Let’s try this one more time, but let’s avoid the reset button

Heric Rubio

I don’t play very many video games now. But as a much younger child I did. I remember endless nights of staying up, trying to get to the next castle in “Super Mario Bros.” only to find that the princess was actually in another castle. I remember getting as close as possible to the television screen while playing Duck Hunt to make sure I didn’t miss any birds, mostly because I couldn’t stand that stupid dog coming out of the bushes and laughing at me. But another thing that stands out vividly in my memory of video games is how often I pressed the reset button.

Oh, died 10 seconds into the game? No worries, reset. You’re about to lose to this boss? It’s okay, reset. I was always resetting and starting over. Whenever things got too tough, reset. And I think that’s filtered over into my adult life. Two years ago I was on my way to gaining the recognition from writing I so desire. I had a column and wrote editorials in this very newspaper that garnered me praise and awards. I was made an editor my first year in the class. I was sending out manuscripts for short stories that never got published, but at least they were looked over and rejected, which is a start. But things started to go bad. A relationship turning sour. A job I couldn’t stand and I’m pretty sure they couldn’t stand me either. No money, no car, no nothing. In my eyes, things were falling apart. So what do I decide to do? Hit reset.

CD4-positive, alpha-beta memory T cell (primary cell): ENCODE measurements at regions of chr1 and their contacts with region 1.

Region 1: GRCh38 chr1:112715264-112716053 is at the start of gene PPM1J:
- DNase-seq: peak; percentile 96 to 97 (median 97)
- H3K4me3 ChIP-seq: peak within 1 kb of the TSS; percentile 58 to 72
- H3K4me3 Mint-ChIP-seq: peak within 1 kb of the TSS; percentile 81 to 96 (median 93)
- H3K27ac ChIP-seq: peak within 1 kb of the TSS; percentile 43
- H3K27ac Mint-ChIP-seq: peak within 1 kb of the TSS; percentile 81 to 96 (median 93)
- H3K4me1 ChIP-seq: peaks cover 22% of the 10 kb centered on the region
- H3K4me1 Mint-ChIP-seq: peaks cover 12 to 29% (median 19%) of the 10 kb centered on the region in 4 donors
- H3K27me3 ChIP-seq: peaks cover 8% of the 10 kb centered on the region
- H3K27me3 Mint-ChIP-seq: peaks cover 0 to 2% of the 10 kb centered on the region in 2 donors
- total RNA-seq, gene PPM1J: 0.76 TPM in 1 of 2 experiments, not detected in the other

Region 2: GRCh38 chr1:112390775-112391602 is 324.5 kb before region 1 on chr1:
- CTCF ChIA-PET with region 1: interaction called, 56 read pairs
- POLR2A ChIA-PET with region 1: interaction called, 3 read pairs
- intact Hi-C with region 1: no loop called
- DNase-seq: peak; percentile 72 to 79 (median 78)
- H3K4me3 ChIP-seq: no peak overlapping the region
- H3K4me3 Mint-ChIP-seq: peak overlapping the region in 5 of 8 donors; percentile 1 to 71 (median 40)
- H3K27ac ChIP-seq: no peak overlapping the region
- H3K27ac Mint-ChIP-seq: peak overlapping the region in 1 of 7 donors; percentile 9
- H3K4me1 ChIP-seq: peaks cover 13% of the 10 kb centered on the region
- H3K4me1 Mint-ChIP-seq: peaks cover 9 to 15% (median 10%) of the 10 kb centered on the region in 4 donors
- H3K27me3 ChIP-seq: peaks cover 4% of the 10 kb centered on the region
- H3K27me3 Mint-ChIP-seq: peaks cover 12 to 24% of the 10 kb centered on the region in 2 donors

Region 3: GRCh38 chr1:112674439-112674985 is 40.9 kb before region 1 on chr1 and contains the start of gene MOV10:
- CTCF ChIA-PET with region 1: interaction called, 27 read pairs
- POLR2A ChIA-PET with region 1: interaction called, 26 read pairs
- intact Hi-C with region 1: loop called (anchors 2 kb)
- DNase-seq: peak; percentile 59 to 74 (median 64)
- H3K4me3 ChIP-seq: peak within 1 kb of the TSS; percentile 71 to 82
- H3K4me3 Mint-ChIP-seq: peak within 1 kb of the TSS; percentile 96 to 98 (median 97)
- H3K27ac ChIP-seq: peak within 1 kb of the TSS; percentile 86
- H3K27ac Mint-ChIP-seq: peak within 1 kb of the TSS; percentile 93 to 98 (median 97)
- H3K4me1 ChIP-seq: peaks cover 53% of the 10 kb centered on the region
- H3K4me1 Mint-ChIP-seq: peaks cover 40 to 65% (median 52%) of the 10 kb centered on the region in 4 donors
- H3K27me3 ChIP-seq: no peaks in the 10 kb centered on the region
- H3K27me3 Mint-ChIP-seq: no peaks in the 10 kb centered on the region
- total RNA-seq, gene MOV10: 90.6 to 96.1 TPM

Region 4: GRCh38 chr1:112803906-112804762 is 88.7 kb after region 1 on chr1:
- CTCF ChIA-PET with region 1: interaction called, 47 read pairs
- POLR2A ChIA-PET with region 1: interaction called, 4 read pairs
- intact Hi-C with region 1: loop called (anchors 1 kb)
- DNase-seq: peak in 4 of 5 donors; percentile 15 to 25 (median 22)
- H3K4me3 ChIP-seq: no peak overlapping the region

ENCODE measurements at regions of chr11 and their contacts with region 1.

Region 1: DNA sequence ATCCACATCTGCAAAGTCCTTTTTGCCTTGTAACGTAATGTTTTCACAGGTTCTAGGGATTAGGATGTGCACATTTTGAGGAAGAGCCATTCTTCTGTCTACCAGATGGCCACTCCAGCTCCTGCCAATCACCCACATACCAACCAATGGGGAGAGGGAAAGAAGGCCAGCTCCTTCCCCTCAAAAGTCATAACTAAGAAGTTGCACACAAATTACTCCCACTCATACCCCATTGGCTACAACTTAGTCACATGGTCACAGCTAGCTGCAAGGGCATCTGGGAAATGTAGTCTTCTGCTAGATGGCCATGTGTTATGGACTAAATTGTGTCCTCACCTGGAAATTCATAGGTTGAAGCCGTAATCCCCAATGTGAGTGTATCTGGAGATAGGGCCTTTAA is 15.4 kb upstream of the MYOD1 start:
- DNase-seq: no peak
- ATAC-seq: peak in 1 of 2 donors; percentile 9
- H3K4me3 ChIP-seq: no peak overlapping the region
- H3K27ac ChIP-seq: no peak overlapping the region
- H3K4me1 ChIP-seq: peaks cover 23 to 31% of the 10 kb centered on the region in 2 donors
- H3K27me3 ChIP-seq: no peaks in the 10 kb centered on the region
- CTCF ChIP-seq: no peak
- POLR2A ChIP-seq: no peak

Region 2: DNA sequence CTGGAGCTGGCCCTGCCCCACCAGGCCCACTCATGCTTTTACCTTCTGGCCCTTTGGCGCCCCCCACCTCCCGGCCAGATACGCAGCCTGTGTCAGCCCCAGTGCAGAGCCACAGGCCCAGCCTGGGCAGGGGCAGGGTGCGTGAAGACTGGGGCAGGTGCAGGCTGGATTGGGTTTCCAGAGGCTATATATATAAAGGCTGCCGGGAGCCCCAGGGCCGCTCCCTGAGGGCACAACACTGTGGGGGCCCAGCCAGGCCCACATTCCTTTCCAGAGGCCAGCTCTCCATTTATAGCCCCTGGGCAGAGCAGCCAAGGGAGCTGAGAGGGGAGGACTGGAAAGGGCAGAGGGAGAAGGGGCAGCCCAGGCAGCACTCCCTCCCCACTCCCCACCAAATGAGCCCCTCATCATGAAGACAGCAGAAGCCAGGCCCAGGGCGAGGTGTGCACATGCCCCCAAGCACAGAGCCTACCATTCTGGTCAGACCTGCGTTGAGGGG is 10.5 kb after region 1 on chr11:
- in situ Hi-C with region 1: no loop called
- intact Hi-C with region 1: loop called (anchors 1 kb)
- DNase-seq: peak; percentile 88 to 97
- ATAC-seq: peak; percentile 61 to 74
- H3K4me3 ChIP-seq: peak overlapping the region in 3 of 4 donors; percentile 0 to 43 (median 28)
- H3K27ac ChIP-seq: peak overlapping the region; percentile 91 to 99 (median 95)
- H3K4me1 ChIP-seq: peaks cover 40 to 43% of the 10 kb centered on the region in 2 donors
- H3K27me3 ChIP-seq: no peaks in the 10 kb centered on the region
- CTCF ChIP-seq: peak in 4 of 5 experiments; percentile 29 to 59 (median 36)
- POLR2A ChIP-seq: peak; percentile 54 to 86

I packed up my bags, called my parents, and went back home, home being a tiny desert town two hours to the east. In small towns, nothing really matters. In small towns you’re just trying to find ways to pass the time until the next beer. In small towns, no one judges you if you spend all day sleeping and all night on the streets. In small towns, you can hide from the real world. And hide I did. I spent a year and a half doing absolutely nothing. I got away from the stress of real life. Unfortunately (or fortunately) I knew I couldn’t be happy for long living like that. Sure it was fun for a while, but when you’ve already set goals and made plans for your life, it’s just not that simple to give them up. They’ll sit there and poke and prod at the back of your mind. And no matter how many “Bud Lights” you drink or illicit substances you take, they won’t go away.

Because the thing about the reset button is, you eventually have to start over. That’s another thing I remember about playing video games. I may have started over a million times, but I never hit the off switch. And I don’t plan on starting now.